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Involvement of the pathogen of bovine paratuberculosis unlikely in the triggering of Crohn's disease but cannot be ruled out

30/2001, 21.09.2001

Experts discuss in BgVV possible links, opportunities for intervention and the need for research

The question about the causal relationship between bovine paratuberculosis (Johne's disease) and Crohn's disease in humans was the focus of an expert panel in Berlin to which the BgVV had invited human and veterinary doctors from federal institutes, federal research bodies, universities and official food control bodies on 19 September 2001. The experts thought that a causal relationship was rather unlikely. But they did think it is conceivable that the pathogen of Johne's disease, M. paratuberculosis, could aggravate the clinical picture of Crohn's disease and possibly be a trigger in some patients. The experts agreed that the data available did not suffice for a definitive health risk assessment.

Crohn's disease in humans involves chronic non-specific inflammation of the intestines which can affect all sections of the digestive tract. A series of factors may trigger the disease including genetic, immunological, diet and psychosocial ones. The involvement of various types of bacteria including M. paratuberculosis is discussed. Three to six out of 100,000 people develop this intestinal infection in Germany every year. The figure has remained relatively constant over the last few years.

Johne's disease in cattle is also a chronic intestinal disorder. It is incurable and the symptoms are persistent diarrhoea and progressive emaciation of the animals. Calves become affected through the milk of sick mother animals or take in the mycobacteria through feed and water which is contaminated with pathogen-containing faeces. The disease occurs around the world and is also widespread in German cattle stocks. National figures about the actual degree of stock contamination are not available for Germany. There are no representative studies either because reliable early diagnosis was not possible up to now. The experts point out that M. paratuberculosis is increasingly becoming a problem of animal health and, by extension, an economic problem. The fact that the pathogen was detected in some patients (but also in some healthy individuals) and that successful treatments with antimycobacterial medicines have been reported would seem to point to a possible involvement of M. paratuberculosis in the triggering or development of Crohn's disease. Overall, however, the research results are contradictory.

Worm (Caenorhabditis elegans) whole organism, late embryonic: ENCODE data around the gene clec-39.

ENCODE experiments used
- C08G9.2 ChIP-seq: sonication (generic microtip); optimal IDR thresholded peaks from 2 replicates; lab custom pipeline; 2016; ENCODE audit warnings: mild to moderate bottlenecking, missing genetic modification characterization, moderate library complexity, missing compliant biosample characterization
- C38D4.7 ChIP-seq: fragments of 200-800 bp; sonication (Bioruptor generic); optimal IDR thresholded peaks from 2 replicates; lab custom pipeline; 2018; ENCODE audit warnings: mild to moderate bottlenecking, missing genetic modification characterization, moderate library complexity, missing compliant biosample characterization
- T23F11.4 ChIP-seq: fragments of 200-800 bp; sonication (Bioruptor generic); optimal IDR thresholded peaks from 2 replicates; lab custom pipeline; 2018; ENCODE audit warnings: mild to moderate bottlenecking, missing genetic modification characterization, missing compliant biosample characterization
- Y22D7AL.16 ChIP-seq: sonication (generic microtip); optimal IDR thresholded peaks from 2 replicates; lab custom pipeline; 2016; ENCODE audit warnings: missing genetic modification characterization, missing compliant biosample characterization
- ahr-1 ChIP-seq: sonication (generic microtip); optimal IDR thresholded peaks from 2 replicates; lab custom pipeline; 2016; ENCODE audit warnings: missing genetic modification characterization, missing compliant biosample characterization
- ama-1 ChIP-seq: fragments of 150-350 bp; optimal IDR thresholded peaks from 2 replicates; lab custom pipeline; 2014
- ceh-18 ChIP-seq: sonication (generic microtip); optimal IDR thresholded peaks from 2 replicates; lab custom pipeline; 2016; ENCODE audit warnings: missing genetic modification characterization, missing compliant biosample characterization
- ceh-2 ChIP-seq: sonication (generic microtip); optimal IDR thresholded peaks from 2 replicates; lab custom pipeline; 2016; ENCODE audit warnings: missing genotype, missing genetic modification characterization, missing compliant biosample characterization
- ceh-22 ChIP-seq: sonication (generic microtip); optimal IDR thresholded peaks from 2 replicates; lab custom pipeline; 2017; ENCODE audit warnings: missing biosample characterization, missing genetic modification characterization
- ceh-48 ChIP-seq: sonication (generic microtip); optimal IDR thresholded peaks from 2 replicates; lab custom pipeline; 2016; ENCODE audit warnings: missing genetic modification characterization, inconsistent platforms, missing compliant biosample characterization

So far the question about the exposure of humans to the pathogen is largely unanswered. Milk and dairy products may be contaminated and, under some circumstances, also vegetables which have grown on fields with "natural fertiliser" . In the United Kingdom the mycobacterium paratuberculosis was found in pasteurised milk on the market. Scientists from the Federal Institute for Milk Research in Kiel point out that the customary pasteurisation of milk in Germany considerably reduces the germ count of M. paratuberculosis but that heating does not suffice in order to completely kill the germs. So far it was not possible to establish on what scale milk and dairy products in Germany actually contain the M. paratuberculosis.

Before a definitive assessment of the health relevance of M. paratuberculosis for humans, particularly with regard to a possible involvement in Crohn's disease, is possible, a series of open questions must be answered:

  • Is an infection with M. paratuberculosis involved in the case of Crohn's disease?
  • Are the strains of pathogen found in animals suffering from paratuberculosis identical with those detected in patients suffering from Crohn's disease?
  • Are antimycobacterial medicines effective in the treatment of Crohn's disease or is the efficacy observed in some combination products used up to now merely based on their general antibacterial effect?
  • How high is the degree of contamination of German cattle stocks also in respect of possible regional differences?
  • How high is the degree of contamination of milk and dairy foods and could the use of other technologies render food safer with regard to the incidence of M. paratuberculosis?

In order to answer these questions the experts recommend the following studies:

  • Incidence of M. paratuberculosis in patients suffering from Crohn's disease and possible involvement in the course of the disease.
  • Regional comparison of the incidence of paratuberculosis in cattle stocks with cases of Crohn's disease in humans.
  • Comparison of the M. Paratuberculosis strains isolated from animals and humans for strain identity.
  • Defined infection experiments in animals with strains isolated from patients suffering from Crohn's disease.
  • National monitoring of tank milk samples following successful validation of a serological test to identify contaminated dairy herds.
  • Investigation of foods for the incidence of M. paratuberculosis.
  • Examination of the use of food technology methods to eliminate M. paratuberculosis.

The participants in the expert panel came out in favour of close links between the competence network Crohn's disease and the network for foodborne infectious diseases which is co-ordinated at the Robert Koch Institute. All available studies which have examined a possible link between bovine paratuberculosis and Crohn's disease in humans should be reassessed. A control study involving the use of antimycobacterial medicines is to begin shortly. The expert group does not expect results from the above-mentioned studies for two years because of the comprehensive study design and the lengthy detection process for the pathogen. The need for specific consumption recommendations is not considered necessary at the present time from the human medical angle.


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